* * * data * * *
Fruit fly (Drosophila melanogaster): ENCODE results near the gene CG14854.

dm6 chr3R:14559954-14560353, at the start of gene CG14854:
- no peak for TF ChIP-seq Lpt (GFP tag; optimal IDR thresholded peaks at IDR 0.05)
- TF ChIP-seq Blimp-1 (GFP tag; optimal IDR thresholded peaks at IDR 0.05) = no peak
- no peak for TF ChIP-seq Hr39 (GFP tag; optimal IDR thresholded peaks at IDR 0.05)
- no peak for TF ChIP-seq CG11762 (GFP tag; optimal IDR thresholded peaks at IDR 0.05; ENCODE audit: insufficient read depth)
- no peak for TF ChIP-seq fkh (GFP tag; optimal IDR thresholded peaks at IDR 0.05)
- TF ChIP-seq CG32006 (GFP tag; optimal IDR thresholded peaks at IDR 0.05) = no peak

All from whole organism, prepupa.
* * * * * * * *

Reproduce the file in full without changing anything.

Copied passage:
Fruit fly (Drosophila melanogaster): ENCODE results near the gene CG14854.

dm6 chr3R:14559954-14560353, at the start of gene CG14854:
- no peak for TF ChIP-seq Lpt (GFP tag; optimal IDR thresholded peaks at IDR 0.05)
- TF ChIP-seq Blimp-1 (GFP tag; optimal IDR thresholded peaks at IDR 0.05) = no peak
- no peak for TF ChIP-seq Hr39 (GFP tag; optimal IDR thresholded peaks at IDR 0.05)
- no peak for TF ChIP-seq CG11762 (GFP tag; optimal IDR thresholded peaks at IDR 0.05; ENCODE audit: insufficient read depth)
- no peak for TF ChIP-seq fkh (GFP tag; optimal IDR thresholded peaks at IDR 0.05)
- TF ChIP-seq CG32006 (GFP tag; optimal IDR thresholded peaks at IDR 0.05) = no peak

All from whole organism, prepupa.